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Image: Unsplash / Jerry Kiesewetter

How joining the Free Periods Protest renewed my faith in activism

On Wednesday December 20, hundreds of young women (and men) gathered in Westminster to protest something called period poverty. Many readers may not know what that is, so this protest was a milestone in recognising the issues that feminism still needs to tackle at home.It’s very easy to take for granted the progress that has been made in the UK, and the position that women hold, in spite of the struggles of every day sexism that women face. For many of us, the ability to buy sanitary products, or choosing between food and a box of tampons is not something we have to consider. But this is not the case for many women and young girls in the UK.

Currently, 1 in 10 girls in the UK can’t afford menstrual products, 49% of girls have missed a full day of school because of their period, and women will spend over £18,000 in their lifetime on menstrual products (approximately £13 a month). I attended this protest because these statistics astounded and outraged me.

People took to the streets to demand that the 208 thousand girls who are eligible for school meals be provided with sanitary products by the government. What disturbs me the most about the above statistics is that girls are being deprived access from the education they are entitled to because of a bodily function as normal as another other, and that this is still a problem because politicians are made uncomfortable by words like “vagina” and “blood”. Girls are turning up to school with socks, old shirts, and newspaper in their underwear in lieu of sanitary products, which are incredibly dangerous to their health. If the NHS can provide condoms and contraception, they should provide sanitary products. Put simply, young girls should not be penalised for a natural process out of their control, and it should not be an obstacle to education.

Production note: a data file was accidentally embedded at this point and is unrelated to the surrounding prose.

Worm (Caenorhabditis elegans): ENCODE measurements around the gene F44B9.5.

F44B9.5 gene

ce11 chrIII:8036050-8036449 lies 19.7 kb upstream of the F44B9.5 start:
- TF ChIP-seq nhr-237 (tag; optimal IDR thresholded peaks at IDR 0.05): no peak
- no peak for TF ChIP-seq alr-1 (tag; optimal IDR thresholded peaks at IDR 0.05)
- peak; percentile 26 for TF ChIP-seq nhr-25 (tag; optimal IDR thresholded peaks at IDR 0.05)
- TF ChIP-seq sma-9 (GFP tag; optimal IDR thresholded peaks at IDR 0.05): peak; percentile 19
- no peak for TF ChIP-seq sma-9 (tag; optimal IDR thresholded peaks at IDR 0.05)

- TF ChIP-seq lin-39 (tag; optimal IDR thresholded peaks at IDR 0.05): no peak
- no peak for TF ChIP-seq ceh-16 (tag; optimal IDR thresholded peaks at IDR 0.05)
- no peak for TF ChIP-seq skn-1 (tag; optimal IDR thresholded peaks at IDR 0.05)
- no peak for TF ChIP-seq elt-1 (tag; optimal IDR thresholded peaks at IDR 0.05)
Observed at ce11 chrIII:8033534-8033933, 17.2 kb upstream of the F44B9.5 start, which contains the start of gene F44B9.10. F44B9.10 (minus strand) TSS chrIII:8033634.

Our generation is constantly criticised for our obsession with social media, but this protest showed the power of social media

What inspired me the most about this protest is who attended. The crowd was made up of people of all ages, but there were many young women in their teens and early twenties. Many of them are not themselves suffering from period poverty, and I’m inspired to see women turning up to demand rights for those without. Paraphrasing an interview from Scarlett Curtis, we proved that Generation Z, and this wave of feminists, are not just good at sharing petitions on Facebook, or tweeting about #metoo. Our generation is constantly criticised for our obsession with social media, but this protest showed the power of social media to get bodies on the streets (I myself found out about the protest via Instagram because I follow the organizers). The young feminists who turned up proved that Generation Z is engaged, and present, and demanding equality.

Image: Zoë Morrall

I was reminded that no one person can change the world, but that it takes collaboration. I was also reminded that when we see injustice, it only takes one person standing up and saying something to make a movement. I am often disheartened by the scope and extent of the problems I see, and I don’t always know how to begin in tackling them. It is very easy to participate online, but conversations online aren’t enough. Often posting and sharing can feel like shouting into the void, and the internet can feel incredibly lonely. Yet, I think an important lesson that we can take from this protest is that our hyper-connected lives could actually be our biggest asset in protecting our rights and fighting for the ones we still don’t have.

While it can be a fine balance between passive posting and active participation online, this protest has left me with renewed faith in our ability to make a tangible impact

The internet allows us to connect with communities and reach people in new ways. Taking advantage of social media to educate and connect with a new generation of feminists is fantastic. While it can be a fine balance between passive posting and active participation online, this protest has left me with renewed faith in our ability to make a tangible impact, both as individuals and a community. This includes utilising the internet, and it is up to us to figure out how to best exploit the ways we are connected to make real change to better our communities. Those interested in reading more about the #FreePeriods movement and getting involved can check out @freeperiods and @pinkprotest online.

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